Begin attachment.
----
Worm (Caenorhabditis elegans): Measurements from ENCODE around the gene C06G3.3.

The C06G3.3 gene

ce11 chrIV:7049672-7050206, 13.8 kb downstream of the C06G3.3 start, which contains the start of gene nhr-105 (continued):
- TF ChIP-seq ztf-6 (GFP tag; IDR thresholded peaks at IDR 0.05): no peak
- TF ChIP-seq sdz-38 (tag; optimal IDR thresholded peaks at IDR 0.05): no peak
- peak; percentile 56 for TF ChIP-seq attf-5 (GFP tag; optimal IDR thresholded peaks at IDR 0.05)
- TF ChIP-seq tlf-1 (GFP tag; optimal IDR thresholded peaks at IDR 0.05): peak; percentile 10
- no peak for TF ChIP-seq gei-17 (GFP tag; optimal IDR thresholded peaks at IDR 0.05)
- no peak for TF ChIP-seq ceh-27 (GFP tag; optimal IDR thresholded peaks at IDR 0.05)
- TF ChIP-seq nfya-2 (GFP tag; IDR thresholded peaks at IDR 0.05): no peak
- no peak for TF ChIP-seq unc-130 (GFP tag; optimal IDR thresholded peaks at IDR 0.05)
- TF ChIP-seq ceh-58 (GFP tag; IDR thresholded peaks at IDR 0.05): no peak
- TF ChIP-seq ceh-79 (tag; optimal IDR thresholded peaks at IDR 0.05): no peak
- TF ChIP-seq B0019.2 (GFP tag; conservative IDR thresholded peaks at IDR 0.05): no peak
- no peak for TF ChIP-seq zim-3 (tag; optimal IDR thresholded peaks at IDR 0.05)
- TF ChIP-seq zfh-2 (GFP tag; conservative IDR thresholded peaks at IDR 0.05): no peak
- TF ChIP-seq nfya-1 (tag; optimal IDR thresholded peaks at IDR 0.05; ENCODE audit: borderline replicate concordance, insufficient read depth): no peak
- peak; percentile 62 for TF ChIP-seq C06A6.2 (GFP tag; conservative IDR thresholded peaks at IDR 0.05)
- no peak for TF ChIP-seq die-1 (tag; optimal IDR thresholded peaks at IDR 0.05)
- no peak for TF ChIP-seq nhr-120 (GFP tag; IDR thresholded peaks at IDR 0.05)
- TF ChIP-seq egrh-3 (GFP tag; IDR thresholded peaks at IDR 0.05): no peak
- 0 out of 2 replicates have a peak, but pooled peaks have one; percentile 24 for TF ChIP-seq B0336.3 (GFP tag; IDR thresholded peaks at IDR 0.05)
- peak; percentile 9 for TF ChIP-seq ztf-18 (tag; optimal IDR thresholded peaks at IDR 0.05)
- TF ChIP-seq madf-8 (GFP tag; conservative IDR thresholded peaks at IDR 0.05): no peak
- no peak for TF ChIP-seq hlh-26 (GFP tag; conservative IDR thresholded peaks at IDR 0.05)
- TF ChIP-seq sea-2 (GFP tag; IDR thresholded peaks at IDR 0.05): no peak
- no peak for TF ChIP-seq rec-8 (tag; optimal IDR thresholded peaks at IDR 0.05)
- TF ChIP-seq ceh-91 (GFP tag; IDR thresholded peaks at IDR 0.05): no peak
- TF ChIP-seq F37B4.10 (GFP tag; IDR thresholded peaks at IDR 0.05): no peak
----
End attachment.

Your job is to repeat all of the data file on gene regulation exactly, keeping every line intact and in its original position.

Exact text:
Worm (Caenorhabditis elegans): Measurements from ENCODE around the gene C06G3.3.

The C06G3.3 gene

ce11 chrIV:7049672-7050206, 13.8 kb downstream of the C06G3.3 start, which contains the start of gene nhr-105 (continued):
- TF ChIP-seq ztf-6 (GFP tag; IDR thresholded peaks at IDR 0.05): no peak
- TF ChIP-seq sdz-38 (tag; optimal IDR thresholded peaks at IDR 0.05): no peak
- peak; percentile 56 for TF ChIP-seq attf-5 (GFP tag; optimal IDR thresholded peaks at IDR 0.05)
- TF ChIP-seq tlf-1 (GFP tag; optimal IDR thresholded peaks at IDR 0.05): peak; percentile 10
- no peak for TF ChIP-seq gei-17 (GFP tag; optimal IDR thresholded peaks at IDR 0.05)
- no peak for TF ChIP-seq ceh-27 (GFP tag; optimal IDR thresholded peaks at IDR 0.05)
- TF ChIP-seq nfya-2 (GFP tag; IDR thresholded peaks at IDR 0.05): no peak
- no peak for TF ChIP-seq unc-130 (GFP tag; optimal IDR thresholded peaks at IDR 0.05)
- TF ChIP-seq ceh-58 (GFP tag; IDR thresholded peaks at IDR 0.05): no peak
- TF ChIP-seq ceh-79 (tag; optimal IDR thresholded peaks at IDR 0.05): no peak
- TF ChIP-seq B0019.2 (GFP tag; conservative IDR thresholded peaks at IDR 0.05): no peak
- no peak for TF ChIP-seq zim-3 (tag; optimal IDR thresholded peaks at IDR 0.05)
- TF ChIP-seq zfh-2 (GFP tag; conservative IDR thresholded peaks at IDR 0.05): no peak
- TF ChIP-seq nfya-1 (tag; optimal IDR thresholded peaks at IDR 0.05; ENCODE audit: borderline replicate concordance, insufficient read depth): no peak
- peak; percentile 62 for TF ChIP-seq C06A6.2 (GFP tag; conservative IDR thresholded peaks at IDR 0.05)
- no peak for TF ChIP-seq die-1 (tag; optimal IDR thresholded peaks at IDR 0.05)
- no peak for TF ChIP-seq nhr-120 (GFP tag; IDR thresholded peaks at IDR 0.05)
- TF ChIP-seq egrh-3 (GFP tag; IDR thresholded peaks at IDR 0.05): no peak
- 0 out of 2 replicates have a peak, but pooled peaks have one; percentile 24 for TF ChIP-seq B0336.3 (GFP tag; IDR thresholded peaks at IDR 0.05)
- peak; percentile 9 for TF ChIP-seq ztf-18 (tag; optimal IDR thresholded peaks at IDR 0.05)
- TF ChIP-seq madf-8 (GFP tag; conservative IDR thresholded peaks at IDR 0.05): no peak
- no peak for TF ChIP-seq hlh-26 (GFP tag; conservative IDR thresholded peaks at IDR 0.05)
- TF ChIP-seq sea-2 (GFP tag; IDR thresholded peaks at IDR 0.05): no peak
- no peak for TF ChIP-seq rec-8 (tag; optimal IDR thresholded peaks at IDR 0.05)
- TF ChIP-seq ceh-91 (GFP tag; IDR thresholded peaks at IDR 0.05): no peak
- TF ChIP-seq F37B4.10 (GFP tag; IDR thresholded peaks at IDR 0.05): no peak